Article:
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Everyday Heroes: When Helping Is Not an Obligation but a Lifestyle

Although many have sounded the alarm, saying that today’s generation Y is irreversibly lost in the world of smartphones and game consoles, there is an organisation to show us a great counterexample. In the Be an Everyday Hero project, students learn in a playful way what it means to be a volunteer.

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“Everybody Loves Belonging to an Intellectual Community”

The Hungarian founding member of the Phiren Amenca international network, RGDTS, has been operating for five years, coordinating the work of a number of volunteers all over Europe from Budapest. Its goal, however, is much more complex: it offers self-respect, civic engagement, European identity, and, in particular, a dialogue between Roma and non-Roma people. With grant support from the Europe for Citizens programme, the organisation has been given an opportunity now to assess, summarise and make available for others the experiences of its members. Coordinator Marietta Herfort told us about their activities.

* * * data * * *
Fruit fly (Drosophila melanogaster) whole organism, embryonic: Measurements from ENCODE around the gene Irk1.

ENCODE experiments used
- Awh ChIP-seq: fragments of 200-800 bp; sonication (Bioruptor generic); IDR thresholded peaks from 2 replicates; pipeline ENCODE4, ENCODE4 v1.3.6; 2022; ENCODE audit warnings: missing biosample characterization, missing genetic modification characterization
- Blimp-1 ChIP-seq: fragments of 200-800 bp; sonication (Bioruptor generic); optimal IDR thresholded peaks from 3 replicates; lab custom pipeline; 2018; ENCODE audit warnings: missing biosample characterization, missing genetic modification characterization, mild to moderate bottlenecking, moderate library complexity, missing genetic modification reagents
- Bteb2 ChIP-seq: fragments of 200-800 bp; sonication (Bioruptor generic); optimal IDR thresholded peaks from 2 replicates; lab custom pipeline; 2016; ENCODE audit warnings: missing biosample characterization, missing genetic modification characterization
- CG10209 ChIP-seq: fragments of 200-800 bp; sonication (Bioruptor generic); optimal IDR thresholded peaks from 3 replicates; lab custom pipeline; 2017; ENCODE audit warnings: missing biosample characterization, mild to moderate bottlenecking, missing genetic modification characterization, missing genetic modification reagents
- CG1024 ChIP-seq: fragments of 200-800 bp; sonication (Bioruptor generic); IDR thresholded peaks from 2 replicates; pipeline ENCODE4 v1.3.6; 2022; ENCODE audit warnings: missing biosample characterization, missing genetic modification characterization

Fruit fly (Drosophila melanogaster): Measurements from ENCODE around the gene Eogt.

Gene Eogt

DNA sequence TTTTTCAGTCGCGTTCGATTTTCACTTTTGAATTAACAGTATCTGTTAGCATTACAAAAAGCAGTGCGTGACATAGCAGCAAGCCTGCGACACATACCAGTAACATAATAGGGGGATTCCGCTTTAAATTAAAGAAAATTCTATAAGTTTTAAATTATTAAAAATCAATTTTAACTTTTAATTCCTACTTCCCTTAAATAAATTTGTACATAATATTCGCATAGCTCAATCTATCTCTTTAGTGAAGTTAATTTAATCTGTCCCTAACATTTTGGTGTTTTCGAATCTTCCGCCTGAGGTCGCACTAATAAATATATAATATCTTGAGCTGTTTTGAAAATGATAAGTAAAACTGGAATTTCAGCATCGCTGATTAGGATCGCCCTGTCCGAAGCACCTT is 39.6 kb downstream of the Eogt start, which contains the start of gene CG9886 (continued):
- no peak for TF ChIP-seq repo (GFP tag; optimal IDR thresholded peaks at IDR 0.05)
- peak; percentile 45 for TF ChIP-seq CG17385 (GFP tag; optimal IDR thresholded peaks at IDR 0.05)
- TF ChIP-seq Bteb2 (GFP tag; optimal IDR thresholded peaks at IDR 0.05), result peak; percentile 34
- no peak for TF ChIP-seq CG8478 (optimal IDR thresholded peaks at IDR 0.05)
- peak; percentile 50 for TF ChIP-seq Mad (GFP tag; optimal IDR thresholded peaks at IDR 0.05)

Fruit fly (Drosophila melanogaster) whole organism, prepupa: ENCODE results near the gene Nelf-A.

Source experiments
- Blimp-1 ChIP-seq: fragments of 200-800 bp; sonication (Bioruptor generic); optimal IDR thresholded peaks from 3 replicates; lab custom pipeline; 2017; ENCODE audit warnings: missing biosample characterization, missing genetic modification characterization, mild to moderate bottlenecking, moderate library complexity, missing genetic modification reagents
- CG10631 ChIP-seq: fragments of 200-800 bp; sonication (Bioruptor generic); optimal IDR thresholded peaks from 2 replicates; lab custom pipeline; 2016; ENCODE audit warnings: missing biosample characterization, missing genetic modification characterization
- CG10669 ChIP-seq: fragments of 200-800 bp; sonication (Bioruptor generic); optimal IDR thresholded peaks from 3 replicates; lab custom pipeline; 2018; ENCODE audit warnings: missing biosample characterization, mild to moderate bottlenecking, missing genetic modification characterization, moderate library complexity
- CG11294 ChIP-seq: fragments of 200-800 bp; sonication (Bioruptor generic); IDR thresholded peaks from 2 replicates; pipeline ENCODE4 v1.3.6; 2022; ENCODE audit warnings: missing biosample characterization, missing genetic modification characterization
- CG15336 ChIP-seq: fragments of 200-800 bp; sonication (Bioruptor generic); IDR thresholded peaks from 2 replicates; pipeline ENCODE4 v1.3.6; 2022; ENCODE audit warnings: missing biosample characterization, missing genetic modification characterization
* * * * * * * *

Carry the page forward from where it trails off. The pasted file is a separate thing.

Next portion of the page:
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Arts for Tolerance

In a project implemented with support from the Europe for Citizens programme, the Local Government of the town of Nagyecsed focused on improving the self-knowledge, cultural heritage and integration of Roma communities. They tackled the issue through artistic activities implemented with their Romanian, Slovakian and Polish partners. We talked to Project Leader Szilvia Erősné Balog and Coordinator Zsuzsanna Ivánku about the project.

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Effective Solutions to Young People’s Problems

The project implemented by For Cultural Life Non-profit Association, Nyíregyháza, focuses on solving problems which affect young people. Their goal is to identify the difficulties young local people face, to adapt foreign methods and to inform decision-makers about what should be done for a solution. We talked to Coordinator Gábor Dombóvári.